17. Buy products with less packaging: Whenever you go out for shopping, always buy products with less packaging. The excess packaging on the stuff goes in your dustbin and from there it goes to landfills in most cases. It not only further contaminate the environment but also pose serious health effects to humans and animals.

18. Ditch the plastic: Plastic never goes away. It takes millions of years for plastic to decompose. Plastic can be found swirling in the ocean’s surfaces. It badly affects marine life. Every year large number of mammals, seals, sea birds are killed after ingesting plastic or getting tangled up in it. Its time for all of us to switch to reusable bags when we shop and ditch one-time use plastic water bottles.

Original Article from: https://www.conserve-energy-future.com

 

Barter Bay

Barter System History: The Past and Present

If you’ve ever swapped one of your toys with a friend in return for one of their toys, you have bartered. Bartering is trading services or goods with another person when there is no money involved. This type of exchange was relied upon by early civilizations. There are even cultures within modern society who still rely on this type of exchange. Bartering has been around for a very long time, however, it’s not necessarily something that an economy or society has relied solely on.

What is a Barter System?

A barter system is an old method of exchange. This system has been used for centuries and long before money was invented. People exchanged services and goods for other services and goods in return. Today, bartering has made a comeback using techniques that are more sophisticated to aid in trading; for instance, the Internet. In ancient times, this system involved people in the same area, however today bartering is global. The value of bartering items can be negotiated with the other party. Bartering doesn’t involve money which is one of the advantages. You can buy items by exchanging an item you have but no longer want or need. Generally, trading in this manner is done through Online auctions and swap markets.

History of Bartering

The history of bartering dates all the way back to 6000 BC. Introduced by Mesopotamia tribes, bartering was adopted by Phoenicians. Phoenicians bartered goods to those located in various other cities across oceans. Babylonian’s also developed an improved bartering system. Goods were exchanged for food, tea, weapons, and spices. At times, human skulls were used as well. Salt was another popular item exchanged. Salt was so valuable that Roman soldiers’ salaries were paid with it. In the Middle Ages, Europeans traveled around the globe to barter crafts and furs in exchange for silks and perfumes. Colonial Americans exchanged musket balls, deer skins, and wheat. When money was invented, bartering did not end, it become more organized.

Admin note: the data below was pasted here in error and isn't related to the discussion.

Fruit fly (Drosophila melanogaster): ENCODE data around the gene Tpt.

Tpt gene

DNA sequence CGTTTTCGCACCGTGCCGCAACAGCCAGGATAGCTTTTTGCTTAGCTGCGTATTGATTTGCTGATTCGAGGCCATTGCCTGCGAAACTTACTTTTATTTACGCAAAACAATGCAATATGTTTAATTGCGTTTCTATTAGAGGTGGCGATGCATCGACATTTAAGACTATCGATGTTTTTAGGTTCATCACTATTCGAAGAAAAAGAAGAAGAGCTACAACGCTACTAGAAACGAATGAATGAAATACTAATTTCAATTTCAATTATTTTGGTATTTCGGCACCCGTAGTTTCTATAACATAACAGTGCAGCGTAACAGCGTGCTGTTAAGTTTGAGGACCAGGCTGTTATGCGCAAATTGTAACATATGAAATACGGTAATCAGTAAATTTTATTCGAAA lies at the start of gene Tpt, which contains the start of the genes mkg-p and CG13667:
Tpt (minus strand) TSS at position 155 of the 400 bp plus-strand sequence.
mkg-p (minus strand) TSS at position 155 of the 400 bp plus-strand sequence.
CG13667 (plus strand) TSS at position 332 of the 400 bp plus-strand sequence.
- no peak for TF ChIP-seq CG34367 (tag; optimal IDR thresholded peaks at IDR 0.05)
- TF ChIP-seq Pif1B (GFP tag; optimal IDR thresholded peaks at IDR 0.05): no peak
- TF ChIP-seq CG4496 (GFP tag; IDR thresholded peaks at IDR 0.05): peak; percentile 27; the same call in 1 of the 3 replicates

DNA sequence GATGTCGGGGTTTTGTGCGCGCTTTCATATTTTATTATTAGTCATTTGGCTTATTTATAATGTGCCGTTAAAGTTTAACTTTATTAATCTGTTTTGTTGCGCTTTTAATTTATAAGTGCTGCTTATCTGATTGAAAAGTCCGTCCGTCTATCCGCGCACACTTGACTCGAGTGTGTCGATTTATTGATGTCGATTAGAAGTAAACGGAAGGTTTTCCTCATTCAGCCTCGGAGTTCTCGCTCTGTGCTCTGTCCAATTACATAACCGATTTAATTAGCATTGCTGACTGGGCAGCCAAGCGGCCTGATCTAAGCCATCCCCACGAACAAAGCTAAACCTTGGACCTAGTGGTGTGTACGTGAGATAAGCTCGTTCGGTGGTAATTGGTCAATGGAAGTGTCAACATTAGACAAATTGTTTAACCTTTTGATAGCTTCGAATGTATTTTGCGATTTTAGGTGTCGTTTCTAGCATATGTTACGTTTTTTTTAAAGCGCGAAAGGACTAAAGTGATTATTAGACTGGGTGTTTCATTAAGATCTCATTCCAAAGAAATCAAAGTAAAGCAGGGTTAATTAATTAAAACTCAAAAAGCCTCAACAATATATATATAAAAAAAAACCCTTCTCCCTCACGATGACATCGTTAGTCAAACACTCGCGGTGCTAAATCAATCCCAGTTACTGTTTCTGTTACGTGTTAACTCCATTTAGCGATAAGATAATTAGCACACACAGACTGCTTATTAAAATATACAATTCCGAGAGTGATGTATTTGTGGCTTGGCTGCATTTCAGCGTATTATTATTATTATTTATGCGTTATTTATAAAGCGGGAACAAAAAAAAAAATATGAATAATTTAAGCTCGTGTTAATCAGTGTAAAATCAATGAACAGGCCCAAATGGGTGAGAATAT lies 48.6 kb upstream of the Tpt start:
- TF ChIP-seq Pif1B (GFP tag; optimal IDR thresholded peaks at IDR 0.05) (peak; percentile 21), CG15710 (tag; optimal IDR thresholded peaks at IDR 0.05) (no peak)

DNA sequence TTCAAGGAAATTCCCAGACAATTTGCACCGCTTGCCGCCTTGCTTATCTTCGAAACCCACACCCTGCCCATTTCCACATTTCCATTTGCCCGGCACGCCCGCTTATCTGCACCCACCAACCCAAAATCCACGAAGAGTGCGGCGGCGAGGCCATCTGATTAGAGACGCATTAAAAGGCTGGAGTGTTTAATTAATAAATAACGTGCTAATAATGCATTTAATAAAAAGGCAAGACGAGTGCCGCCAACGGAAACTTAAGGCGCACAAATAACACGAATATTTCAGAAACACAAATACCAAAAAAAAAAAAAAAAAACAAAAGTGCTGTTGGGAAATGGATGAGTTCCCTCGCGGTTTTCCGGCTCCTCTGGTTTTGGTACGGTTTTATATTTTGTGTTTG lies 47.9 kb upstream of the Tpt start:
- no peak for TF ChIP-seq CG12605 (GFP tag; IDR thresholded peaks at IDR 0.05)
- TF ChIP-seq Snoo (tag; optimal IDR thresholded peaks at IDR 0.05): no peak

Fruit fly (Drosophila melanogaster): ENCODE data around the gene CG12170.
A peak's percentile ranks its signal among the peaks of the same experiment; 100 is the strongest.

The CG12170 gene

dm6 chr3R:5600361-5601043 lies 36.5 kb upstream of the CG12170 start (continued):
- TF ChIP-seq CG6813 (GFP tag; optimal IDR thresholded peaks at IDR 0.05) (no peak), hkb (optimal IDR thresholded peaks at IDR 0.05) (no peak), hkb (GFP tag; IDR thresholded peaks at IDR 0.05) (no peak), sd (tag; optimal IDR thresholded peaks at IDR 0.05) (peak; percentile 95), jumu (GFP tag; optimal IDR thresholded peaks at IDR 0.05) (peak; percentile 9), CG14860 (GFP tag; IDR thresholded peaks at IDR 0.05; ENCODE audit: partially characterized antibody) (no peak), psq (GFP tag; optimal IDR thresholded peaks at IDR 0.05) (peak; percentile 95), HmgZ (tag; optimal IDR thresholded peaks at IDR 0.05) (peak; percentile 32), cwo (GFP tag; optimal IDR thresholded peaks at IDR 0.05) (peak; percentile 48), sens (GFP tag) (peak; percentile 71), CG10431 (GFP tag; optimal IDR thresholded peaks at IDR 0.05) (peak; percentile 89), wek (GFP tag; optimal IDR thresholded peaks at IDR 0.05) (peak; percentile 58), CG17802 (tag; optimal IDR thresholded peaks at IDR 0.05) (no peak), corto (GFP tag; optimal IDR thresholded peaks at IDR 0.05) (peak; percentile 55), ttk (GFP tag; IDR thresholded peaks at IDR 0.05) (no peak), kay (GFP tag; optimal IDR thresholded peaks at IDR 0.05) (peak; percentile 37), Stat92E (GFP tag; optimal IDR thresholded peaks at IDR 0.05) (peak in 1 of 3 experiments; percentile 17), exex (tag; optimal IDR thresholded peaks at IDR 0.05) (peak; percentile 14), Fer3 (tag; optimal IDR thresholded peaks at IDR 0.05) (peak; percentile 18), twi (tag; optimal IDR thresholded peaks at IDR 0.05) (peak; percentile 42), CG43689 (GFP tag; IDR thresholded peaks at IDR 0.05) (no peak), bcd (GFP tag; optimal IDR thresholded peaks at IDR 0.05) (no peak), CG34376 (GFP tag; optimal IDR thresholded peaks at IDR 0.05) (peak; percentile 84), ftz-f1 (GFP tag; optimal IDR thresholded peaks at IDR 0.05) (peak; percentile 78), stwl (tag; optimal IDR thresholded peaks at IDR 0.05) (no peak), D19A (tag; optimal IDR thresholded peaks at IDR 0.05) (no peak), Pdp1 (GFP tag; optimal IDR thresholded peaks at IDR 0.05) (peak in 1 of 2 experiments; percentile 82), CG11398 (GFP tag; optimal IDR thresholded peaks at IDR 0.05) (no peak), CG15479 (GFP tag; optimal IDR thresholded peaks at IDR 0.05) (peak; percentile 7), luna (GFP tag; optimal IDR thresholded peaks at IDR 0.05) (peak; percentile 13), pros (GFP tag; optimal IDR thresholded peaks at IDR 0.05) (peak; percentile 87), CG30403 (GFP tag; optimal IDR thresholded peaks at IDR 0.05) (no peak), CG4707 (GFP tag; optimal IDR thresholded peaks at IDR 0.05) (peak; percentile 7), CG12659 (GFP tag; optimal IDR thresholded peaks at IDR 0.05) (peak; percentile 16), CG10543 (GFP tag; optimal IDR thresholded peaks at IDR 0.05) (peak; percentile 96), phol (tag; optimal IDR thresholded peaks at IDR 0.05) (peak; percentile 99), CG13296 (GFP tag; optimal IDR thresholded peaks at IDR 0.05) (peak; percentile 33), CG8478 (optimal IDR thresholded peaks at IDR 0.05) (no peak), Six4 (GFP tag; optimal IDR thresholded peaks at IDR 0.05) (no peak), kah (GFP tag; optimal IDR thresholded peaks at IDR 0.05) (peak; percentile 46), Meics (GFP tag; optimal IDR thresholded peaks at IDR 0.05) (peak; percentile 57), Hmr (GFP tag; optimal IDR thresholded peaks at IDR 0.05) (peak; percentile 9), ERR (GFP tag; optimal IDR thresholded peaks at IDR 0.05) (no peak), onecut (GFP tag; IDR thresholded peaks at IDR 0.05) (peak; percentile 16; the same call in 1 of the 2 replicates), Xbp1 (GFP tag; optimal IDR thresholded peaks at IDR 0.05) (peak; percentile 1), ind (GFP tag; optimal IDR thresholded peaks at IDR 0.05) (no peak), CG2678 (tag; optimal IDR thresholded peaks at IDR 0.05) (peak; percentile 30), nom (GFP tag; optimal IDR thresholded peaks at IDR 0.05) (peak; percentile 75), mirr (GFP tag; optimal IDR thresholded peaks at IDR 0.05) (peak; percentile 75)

Due to lack of money, bartering became popular in the 1930s during the Great Depression. It was used to obtain food and various other services. It was done through groups or between people who acted similar to banks. If any items were sold, the owner would receive credit and the buyer’s account would be debited.

Disadvantages and Advantages of Bartering

Just as with most things, there are disadvantages and advantages of bartering. A complication of bartering is determining how trustworthy the person you are trading with is. The other person does not have any proof or certification that they are legitimate, and there is no consumer protection or warranties involved. This means that services and goods you are exchanging may be exchanged for poor or defective items. You would not want to exchange a toy that is almost brand new and in perfect working condition for a toy that is worn and does not work at all would you? It may be a good idea to limit exchanges to family and friends in the beginning because good bartering requires skill and experience. At times, it is easy to think the item you desire is worth more than it actually is and underestimate the value of your own item.

On the positive side, there are great advantages to bartering. As mentioned earlier, you do not need money to barter. Another advantage is that there is flexibility in bartering. For instance, related products can be traded such as portable tablets in exchange for laptops. Or, items that are completely different can be traded such as lawn mowers for televisions. Homes can now be exchanged when people are travelling, which can save both parties money. For instance, if your parents have friends in another state and they need somewhere to stay while on a family vacation, their friends may trade their home for a week or so in exchange for your parents allowing them to use your home.